Similar to what I probably saw in Evansville
The next morning when we gassed up in Evansville I encountered my first "White Only" and "Coloreds Only" water fountains. We had hoped to make good time as we got further south, but the snow on the roads was somewhat worse and we got stuck for over an hour behind big rigs having trouble getting up a hill just outside of Hopkinsville, Kentucky. (Hopkinsville is memorialized in The Hopkinsville and Southern because of this day.) We eventually made it through Hopkinsville and into less snow covered regions. We passed through some smallish towns where the traffic lights were upside down (red on the bottom) which gave my color blind Dad problems and where they had speed limits like 27mph. I wonder what the main source of income for such towns was? The further we went the more signs for Stuckeys, Mail Pouch, and Burma Shave we saw. We stopped at a Big Boy along the road in Huntsville, Alabama for some pie, and then traveled on to a motel in Sylacauga, Alabama for the night.

Harder Hall, a golf resort in Sebring, Florida
Our destination this trip was a golf resort called Harder Hall in Sebring, Florida. I think we did Sylacauga to Sebring in one day, but it's a long trip and we may have stopped overnight. On the return to Chicago we stopped at Silver Springs, Florida. We took a boat tour through the springs and saw signs next to downed trees saying "Donna did it!" (Donna was a huge hurricane that came through in 1960.) We stayed at the Albert Pick Motel in Terre Haute the last night out before we arrived home.

The Albert Pick Motel in Terre Haute, Indiana
The second trip to Miami by car was to the Americana Hotel in Bal Harbour (Miami Beach.) Kay and Dad drove and Mom and I caught a Delta DC-8 out of O'Hare. The flight was memorable because as we were taxing to our runway the plane came to a very sudden stop and I saw another plane land across our path. The day before our trip home I managed to come down with a flu. We must have left very early in the morning because we had lunch at a restaurant in Perry, FL where I had an "accident" and Dad had to get a change of clothes for me out of the luggage. That night we stayed at the Hotel Reich in Gadsden, AL. We had dinner in the hotel restaurant served by uniformed black waiters (another sign of the old south.)

The Hotel Reich in Gasden, Alabama
By the way, I mention both Harder Hall and the Reich. As a child I hated the idea of staying in old hotels. As an adult I relish the opportunity ... if they are well maintained.

During my college years I would sometimes meet the family in Florida. Usually I took a United Airlines flight from Pittsburgh to Miami (an old Capital Airlines route) but one year my girl friend Jeanne needed to get home to Boston for some emergency and was distraught. I had a youth fare (standby) ticket to Florida and she had one to Boston. Both flights were delayed so we spent sometime in the movie theater inside the old Pittsburgh airport while we waited. Eventually her flight was canceled due to fog in Boston. It looked like it would be difficult for her to get out the next morning. I did not want to leave her alone and so we both flew to La Guardia and ended up spending the night sleeping at one of the gates. The next morning I saw her off on the first flight to Boston and then I worked on getting myself to Miami a day late. There were lots of flights on multiple airlines at that time (National and Eastern at the very least) but all of them were leaving La Guardia full. An Eastern agent suggested I go to JFK as there were seats on an afternoon flight. I did that and managed to snag a first class seat. First class passengers were offered a choice of steak or lobster for lunch/dinner.  After enjoying (probably the lobster) the stewardess (not flight attendant in those days) asked me "would you like another steak or lobster, sir?"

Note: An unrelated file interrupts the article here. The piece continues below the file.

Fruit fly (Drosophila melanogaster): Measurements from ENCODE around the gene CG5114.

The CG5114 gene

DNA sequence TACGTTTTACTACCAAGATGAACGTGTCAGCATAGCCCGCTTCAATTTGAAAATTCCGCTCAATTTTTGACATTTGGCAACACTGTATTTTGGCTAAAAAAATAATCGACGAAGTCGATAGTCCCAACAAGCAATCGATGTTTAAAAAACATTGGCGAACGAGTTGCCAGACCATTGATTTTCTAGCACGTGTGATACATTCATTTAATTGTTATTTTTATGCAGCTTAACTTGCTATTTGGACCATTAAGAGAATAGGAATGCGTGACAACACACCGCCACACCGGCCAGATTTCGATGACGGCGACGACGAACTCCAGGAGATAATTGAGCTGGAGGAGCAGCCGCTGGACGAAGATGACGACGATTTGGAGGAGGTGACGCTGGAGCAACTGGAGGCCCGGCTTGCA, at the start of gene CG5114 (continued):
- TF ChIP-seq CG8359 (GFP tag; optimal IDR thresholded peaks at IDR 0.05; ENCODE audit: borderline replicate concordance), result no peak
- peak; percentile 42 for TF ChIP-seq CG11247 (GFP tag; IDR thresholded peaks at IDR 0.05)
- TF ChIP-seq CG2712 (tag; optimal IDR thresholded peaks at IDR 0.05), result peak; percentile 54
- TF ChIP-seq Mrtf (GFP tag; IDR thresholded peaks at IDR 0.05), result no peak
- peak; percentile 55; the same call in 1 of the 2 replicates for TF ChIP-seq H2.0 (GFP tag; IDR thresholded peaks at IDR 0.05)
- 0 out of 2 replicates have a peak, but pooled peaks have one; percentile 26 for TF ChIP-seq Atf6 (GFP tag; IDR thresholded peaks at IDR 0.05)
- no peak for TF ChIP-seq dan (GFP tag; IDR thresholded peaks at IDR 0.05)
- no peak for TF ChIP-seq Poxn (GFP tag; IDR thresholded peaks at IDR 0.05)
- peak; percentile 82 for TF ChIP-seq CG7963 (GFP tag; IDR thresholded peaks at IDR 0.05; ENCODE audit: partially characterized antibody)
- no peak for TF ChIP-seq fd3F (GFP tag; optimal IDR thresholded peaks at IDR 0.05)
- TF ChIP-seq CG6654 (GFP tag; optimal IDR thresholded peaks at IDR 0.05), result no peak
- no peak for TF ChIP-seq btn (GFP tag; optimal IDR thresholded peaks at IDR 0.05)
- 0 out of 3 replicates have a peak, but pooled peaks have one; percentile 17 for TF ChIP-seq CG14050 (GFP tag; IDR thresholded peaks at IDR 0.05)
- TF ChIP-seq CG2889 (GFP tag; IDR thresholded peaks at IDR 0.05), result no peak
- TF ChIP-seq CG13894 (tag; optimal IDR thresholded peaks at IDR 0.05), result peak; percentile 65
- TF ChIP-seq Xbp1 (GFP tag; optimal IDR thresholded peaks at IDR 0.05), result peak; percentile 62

In 1968, Mom, Kay, and I were in Florida at Christmas time, staying in my Grandfather's apartment and waiting for my Dad to arrive. By 1968 passenger rail in the US had really started to deteriorate. Dad boarded the train feeling a bit under the weather and holed up in his bedroom out of Chicago. By the time the train got to Chattanooga it was running so late that he got off the train and rented a car to drive the rest of the way. As he was passing the Atlanta airport and facing a really long drive he, on the spur of the moment, turned the car in and bought a ticket on the first flight to Miami. It turned out that the fight he had booked made a stop in Jacksonville, but he eventually got to Miami intact and only flew after that.

In 1978 I went to work for SRI International in Menlo Park, California. I'd occasionally make trips to the east coast for a project I was working on and would take advantage of a $10 add-on fare that allowed a stopover in Florida. Those visits to my grandfather were my last. He passed away in January 1982 just days after I had moved back to Pittsburgh to start a new job.

I'll conclude this series on Florida memories with a discussion of the various places we stayed over the years including an encounter with the mafia!